REPUBLICAN PARTY WEEKLY NEWSLETTER
For a Civic and Constitutional Republic
Issue No 44 Friday 10 July 2009
· UN Drugs Report Says Prohibition Is Necessary To Keep Prices High So That Poor People Cannot Afford Them
· Gordon Brown's 10 Worst Financial Gaffes
Highlighting news stories important to the Civic Republican view, particularly those that are overlooked or little covered in the main media.
· UN Drugs Report Says Prohibition Is Necessary To Keep Prices High So That Poor People Cannot Afford Them
The United Nations Office On Drugs And Crime in Vienna has just produced its World Drug Report 2009. The report contains a wealth of information on the state of the production, distribution and retailing of drugs for recreational purposes. Its diagrams, maps and tables are a marvel of presentation and clarity – even if they ignore key areas. However, its conclusions are predictable. Drugs should remain illegal.
First let us clarify what we mean when we talk about the “drugs problem”. All of the drugs that are illegal throughout the world are in fact also legal at the same time. This is because their use for medical purposes is legal but, of course, at the same time highly controlled. It is their use for recreational purposes that is illegal.
Cocaine/heroin world trafficking routes
All the synthetic recreational drugs, like “Ecstasy” and amphetamines were invented for medical uses. The non-synthetic recreational drugs (i.e. drugs that have a natural origin) like heroin (made from opium), cocaine and even cannabis, also, to one degree or another have legal medical uses.
Ironically the only drugs that are used recreationally that have no medical use are the two that are legal: tobacco and alcoholic drinks. (Alcohol in its pure form of course does have myriad uses in medicine and other disciplines).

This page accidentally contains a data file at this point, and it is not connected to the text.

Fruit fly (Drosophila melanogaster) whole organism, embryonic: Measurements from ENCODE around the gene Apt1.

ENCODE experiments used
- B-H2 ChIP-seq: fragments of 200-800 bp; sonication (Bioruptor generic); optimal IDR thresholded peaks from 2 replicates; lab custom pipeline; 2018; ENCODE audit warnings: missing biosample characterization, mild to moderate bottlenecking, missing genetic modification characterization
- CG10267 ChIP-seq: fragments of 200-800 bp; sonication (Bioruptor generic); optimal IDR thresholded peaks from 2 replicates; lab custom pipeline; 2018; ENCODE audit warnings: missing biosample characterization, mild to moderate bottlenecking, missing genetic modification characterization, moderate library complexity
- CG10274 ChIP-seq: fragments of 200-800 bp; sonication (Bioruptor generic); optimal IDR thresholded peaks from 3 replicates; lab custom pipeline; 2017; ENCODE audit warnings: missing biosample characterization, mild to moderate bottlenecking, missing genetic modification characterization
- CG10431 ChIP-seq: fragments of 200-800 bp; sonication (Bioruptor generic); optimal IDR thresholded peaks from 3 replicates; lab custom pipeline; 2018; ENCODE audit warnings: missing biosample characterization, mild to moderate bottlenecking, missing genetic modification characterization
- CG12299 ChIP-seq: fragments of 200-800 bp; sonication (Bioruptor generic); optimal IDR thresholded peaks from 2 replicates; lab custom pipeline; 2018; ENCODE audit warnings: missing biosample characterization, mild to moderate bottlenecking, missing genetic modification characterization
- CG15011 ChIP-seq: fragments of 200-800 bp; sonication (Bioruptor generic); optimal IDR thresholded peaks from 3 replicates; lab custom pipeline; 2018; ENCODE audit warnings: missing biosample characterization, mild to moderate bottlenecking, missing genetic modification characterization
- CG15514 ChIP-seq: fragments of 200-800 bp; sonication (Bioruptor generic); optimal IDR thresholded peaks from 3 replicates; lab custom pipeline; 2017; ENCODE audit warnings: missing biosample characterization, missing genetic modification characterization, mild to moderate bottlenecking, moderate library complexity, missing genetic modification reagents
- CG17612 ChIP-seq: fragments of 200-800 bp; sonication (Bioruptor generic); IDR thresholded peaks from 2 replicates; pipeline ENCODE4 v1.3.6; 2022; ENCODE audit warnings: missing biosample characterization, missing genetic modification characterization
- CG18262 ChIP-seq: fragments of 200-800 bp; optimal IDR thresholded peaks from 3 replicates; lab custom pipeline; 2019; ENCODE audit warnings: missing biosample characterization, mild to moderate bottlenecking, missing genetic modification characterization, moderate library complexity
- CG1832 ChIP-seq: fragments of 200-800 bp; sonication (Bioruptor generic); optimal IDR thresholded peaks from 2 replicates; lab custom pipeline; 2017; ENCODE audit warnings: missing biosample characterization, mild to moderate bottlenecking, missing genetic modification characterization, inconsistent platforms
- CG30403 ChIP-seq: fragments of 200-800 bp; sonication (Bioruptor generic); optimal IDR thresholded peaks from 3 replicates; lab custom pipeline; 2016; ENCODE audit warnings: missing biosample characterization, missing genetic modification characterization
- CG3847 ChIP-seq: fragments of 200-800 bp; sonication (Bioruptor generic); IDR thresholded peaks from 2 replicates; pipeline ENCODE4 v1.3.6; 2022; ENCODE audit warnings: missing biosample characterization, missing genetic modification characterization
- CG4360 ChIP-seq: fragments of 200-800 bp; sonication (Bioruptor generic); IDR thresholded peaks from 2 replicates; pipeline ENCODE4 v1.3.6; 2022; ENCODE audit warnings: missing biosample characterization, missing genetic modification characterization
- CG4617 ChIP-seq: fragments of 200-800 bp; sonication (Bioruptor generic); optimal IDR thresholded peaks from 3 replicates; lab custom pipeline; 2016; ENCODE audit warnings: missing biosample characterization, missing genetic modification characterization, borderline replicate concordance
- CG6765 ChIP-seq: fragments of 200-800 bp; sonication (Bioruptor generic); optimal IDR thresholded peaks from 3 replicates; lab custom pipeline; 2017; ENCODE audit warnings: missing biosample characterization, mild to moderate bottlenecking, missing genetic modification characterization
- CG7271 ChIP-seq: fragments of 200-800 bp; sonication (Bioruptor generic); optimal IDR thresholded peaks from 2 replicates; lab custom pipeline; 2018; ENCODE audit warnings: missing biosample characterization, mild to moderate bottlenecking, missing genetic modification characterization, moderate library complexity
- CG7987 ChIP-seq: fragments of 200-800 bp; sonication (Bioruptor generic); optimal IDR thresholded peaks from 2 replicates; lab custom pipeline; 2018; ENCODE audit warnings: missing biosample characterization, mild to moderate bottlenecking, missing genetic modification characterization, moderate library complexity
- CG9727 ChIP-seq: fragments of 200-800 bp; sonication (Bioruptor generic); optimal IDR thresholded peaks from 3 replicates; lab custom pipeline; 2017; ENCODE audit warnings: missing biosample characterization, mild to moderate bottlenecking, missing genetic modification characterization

A third category exists in the chemicals used in the manufacture, for instance, of glue although these are now illegal for use in applications where they can be openly marketed.
Thus the drugs that are the subject of the UN report are required for non-recreational uses and so even if their recreational use were abolished some production would still be necessary for medicine and industry. The report does not mention this fact and so is directed at eradicating production altogether. It does not address, for instance, the fact that some of Afghanistan’s production of opium might still be needed for medical purposes.
As well as being an impressive assembling of facts (some of which surely must have been obtained from illegal sources) it is above all a statement of the orthodox position regarding the recreational use of drugs. Such use must be banned, eliminated. The “war on drugs” is tough and may be unwinnable but there is no alternative but to continue. Because this report represents a definitive statement, and one that UN member countries are expected to follow, it is worth looking closely at the arguments it contains. Throughout it suggests awareness that not everyone will agree with its policy thrust and it often comes across as being very defensive
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Let us start with the Preface which states: